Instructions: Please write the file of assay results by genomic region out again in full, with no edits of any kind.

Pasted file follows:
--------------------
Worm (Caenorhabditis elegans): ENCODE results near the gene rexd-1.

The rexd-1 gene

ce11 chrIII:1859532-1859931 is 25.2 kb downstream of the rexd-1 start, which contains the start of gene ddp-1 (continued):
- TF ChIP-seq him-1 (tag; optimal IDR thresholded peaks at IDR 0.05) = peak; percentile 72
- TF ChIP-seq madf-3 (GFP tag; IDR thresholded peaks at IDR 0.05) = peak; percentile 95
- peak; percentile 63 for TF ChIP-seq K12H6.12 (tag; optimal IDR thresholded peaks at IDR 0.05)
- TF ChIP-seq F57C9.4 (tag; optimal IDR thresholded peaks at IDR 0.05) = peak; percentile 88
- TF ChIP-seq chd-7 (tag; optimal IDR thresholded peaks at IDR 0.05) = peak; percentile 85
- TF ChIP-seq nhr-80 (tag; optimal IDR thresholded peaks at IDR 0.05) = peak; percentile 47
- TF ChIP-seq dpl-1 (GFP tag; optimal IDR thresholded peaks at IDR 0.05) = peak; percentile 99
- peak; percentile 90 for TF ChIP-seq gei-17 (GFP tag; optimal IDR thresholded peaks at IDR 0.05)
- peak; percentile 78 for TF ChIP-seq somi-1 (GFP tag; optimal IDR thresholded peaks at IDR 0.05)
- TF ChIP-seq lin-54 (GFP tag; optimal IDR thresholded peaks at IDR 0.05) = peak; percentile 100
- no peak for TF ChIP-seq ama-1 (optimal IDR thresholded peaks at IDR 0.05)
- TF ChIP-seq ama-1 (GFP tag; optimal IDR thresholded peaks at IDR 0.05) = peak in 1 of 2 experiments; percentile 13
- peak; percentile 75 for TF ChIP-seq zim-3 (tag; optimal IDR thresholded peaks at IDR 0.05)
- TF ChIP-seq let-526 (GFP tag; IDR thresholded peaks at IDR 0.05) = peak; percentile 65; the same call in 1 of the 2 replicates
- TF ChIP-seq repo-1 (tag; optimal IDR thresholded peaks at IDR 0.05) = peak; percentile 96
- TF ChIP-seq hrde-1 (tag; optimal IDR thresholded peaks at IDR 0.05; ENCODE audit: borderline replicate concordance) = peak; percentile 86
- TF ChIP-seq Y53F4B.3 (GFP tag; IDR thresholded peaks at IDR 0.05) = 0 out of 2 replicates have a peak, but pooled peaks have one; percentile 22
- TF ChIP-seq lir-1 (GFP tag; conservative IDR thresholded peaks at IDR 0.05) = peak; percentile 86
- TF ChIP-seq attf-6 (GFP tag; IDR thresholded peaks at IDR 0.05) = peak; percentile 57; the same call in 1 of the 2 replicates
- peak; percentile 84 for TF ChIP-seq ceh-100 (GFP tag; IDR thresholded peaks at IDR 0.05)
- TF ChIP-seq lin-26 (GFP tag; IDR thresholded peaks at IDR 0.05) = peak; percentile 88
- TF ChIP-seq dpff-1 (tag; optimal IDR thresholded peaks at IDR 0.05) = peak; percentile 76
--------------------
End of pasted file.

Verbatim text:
Worm (Caenorhabditis elegans): ENCODE results near the gene rexd-1.

The rexd-1 gene

ce11 chrIII:1859532-1859931 is 25.2 kb downstream of the rexd-1 start, which contains the start of gene ddp-1 (continued):
- TF ChIP-seq him-1 (tag; optimal IDR thresholded peaks at IDR 0.05) = peak; percentile 72
- TF ChIP-seq madf-3 (GFP tag; IDR thresholded peaks at IDR 0.05) = peak; percentile 95
- peak; percentile 63 for TF ChIP-seq K12H6.12 (tag; optimal IDR thresholded peaks at IDR 0.05)
- TF ChIP-seq F57C9.4 (tag; optimal IDR thresholded peaks at IDR 0.05) = peak; percentile 88
- TF ChIP-seq chd-7 (tag; optimal IDR thresholded peaks at IDR 0.05) = peak; percentile 85
- TF ChIP-seq nhr-80 (tag; optimal IDR thresholded peaks at IDR 0.05) = peak; percentile 47
- TF ChIP-seq dpl-1 (GFP tag; optimal IDR thresholded peaks at IDR 0.05) = peak; percentile 99
- peak; percentile 90 for TF ChIP-seq gei-17 (GFP tag; optimal IDR thresholded peaks at IDR 0.05)
- peak; percentile 78 for TF ChIP-seq somi-1 (GFP tag; optimal IDR thresholded peaks at IDR 0.05)
- TF ChIP-seq lin-54 (GFP tag; optimal IDR thresholded peaks at IDR 0.05) = peak; percentile 100
- no peak for TF ChIP-seq ama-1 (optimal IDR thresholded peaks at IDR 0.05)
- TF ChIP-seq ama-1 (GFP tag; optimal IDR thresholded peaks at IDR 0.05) = peak in 1 of 2 experiments; percentile 13
- peak; percentile 75 for TF ChIP-seq zim-3 (tag; optimal IDR thresholded peaks at IDR 0.05)
- TF ChIP-seq let-526 (GFP tag; IDR thresholded peaks at IDR 0.05) = peak; percentile 65; the same call in 1 of the 2 replicates
- TF ChIP-seq repo-1 (tag; optimal IDR thresholded peaks at IDR 0.05) = peak; percentile 96
- TF ChIP-seq hrde-1 (tag; optimal IDR thresholded peaks at IDR 0.05; ENCODE audit: borderline replicate concordance) = peak; percentile 86
- TF ChIP-seq Y53F4B.3 (GFP tag; IDR thresholded peaks at IDR 0.05) = 0 out of 2 replicates have a peak, but pooled peaks have one; percentile 22
- TF ChIP-seq lir-1 (GFP tag; conservative IDR thresholded peaks at IDR 0.05) = peak; percentile 86
- TF ChIP-seq attf-6 (GFP tag; IDR thresholded peaks at IDR 0.05) = peak; percentile 57; the same call in 1 of the 2 replicates
- peak; percentile 84 for TF ChIP-seq ceh-100 (GFP tag; IDR thresholded peaks at IDR 0.05)
- TF ChIP-seq lin-26 (GFP tag; IDR thresholded peaks at IDR 0.05) = peak; percentile 88
- TF ChIP-seq dpff-1 (tag; optimal IDR thresholded peaks at IDR 0.05) = peak; percentile 76